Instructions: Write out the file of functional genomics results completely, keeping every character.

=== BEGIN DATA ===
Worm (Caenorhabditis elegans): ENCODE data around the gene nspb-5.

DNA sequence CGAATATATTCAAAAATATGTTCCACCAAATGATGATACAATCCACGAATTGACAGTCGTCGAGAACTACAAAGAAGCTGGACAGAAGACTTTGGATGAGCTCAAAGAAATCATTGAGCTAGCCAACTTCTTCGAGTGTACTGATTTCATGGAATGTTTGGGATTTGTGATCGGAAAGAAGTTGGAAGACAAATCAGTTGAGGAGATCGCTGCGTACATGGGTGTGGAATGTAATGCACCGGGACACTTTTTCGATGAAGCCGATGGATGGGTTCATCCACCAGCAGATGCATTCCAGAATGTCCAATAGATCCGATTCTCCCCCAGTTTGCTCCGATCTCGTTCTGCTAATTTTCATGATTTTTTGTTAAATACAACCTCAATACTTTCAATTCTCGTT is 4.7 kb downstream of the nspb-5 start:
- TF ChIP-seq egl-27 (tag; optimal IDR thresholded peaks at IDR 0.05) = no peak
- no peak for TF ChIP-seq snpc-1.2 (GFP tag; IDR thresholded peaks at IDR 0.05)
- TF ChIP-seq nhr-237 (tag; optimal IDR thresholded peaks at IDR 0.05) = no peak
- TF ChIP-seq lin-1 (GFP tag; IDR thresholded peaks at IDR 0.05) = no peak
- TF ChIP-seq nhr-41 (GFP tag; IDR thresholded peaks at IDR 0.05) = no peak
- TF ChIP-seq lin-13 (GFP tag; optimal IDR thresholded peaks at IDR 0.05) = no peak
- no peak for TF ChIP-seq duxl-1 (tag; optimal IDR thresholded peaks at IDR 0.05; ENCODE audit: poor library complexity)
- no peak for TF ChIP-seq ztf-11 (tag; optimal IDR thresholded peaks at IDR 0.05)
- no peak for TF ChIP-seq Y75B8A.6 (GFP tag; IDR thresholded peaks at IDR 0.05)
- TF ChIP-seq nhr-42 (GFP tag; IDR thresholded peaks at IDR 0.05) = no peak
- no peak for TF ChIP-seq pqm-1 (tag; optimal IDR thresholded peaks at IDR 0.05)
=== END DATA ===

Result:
Worm (Caenorhabditis elegans): ENCODE data around the gene nspb-5.

DNA sequence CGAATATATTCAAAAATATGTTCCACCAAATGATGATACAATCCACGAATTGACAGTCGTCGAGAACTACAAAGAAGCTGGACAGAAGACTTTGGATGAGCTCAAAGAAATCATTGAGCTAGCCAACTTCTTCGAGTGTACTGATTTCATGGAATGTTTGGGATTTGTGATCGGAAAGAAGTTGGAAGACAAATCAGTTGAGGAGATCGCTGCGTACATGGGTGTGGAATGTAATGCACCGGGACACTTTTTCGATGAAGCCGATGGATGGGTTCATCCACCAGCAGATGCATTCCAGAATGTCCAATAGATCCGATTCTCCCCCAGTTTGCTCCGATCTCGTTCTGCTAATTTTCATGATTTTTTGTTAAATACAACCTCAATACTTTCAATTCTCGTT is 4.7 kb downstream of the nspb-5 start:
- TF ChIP-seq egl-27 (tag; optimal IDR thresholded peaks at IDR 0.05) = no peak
- no peak for TF ChIP-seq snpc-1.2 (GFP tag; IDR thresholded peaks at IDR 0.05)
- TF ChIP-seq nhr-237 (tag; optimal IDR thresholded peaks at IDR 0.05) = no peak
- TF ChIP-seq lin-1 (GFP tag; IDR thresholded peaks at IDR 0.05) = no peak
- TF ChIP-seq nhr-41 (GFP tag; IDR thresholded peaks at IDR 0.05) = no peak
- TF ChIP-seq lin-13 (GFP tag; optimal IDR thresholded peaks at IDR 0.05) = no peak
- no peak for TF ChIP-seq duxl-1 (tag; optimal IDR thresholded peaks at IDR 0.05; ENCODE audit: poor library complexity)
- no peak for TF ChIP-seq ztf-11 (tag; optimal IDR thresholded peaks at IDR 0.05)
- no peak for TF ChIP-seq Y75B8A.6 (GFP tag; IDR thresholded peaks at IDR 0.05)
- TF ChIP-seq nhr-42 (GFP tag; IDR thresholded peaks at IDR 0.05) = no peak
- no peak for TF ChIP-seq pqm-1 (tag; optimal IDR thresholded peaks at IDR 0.05)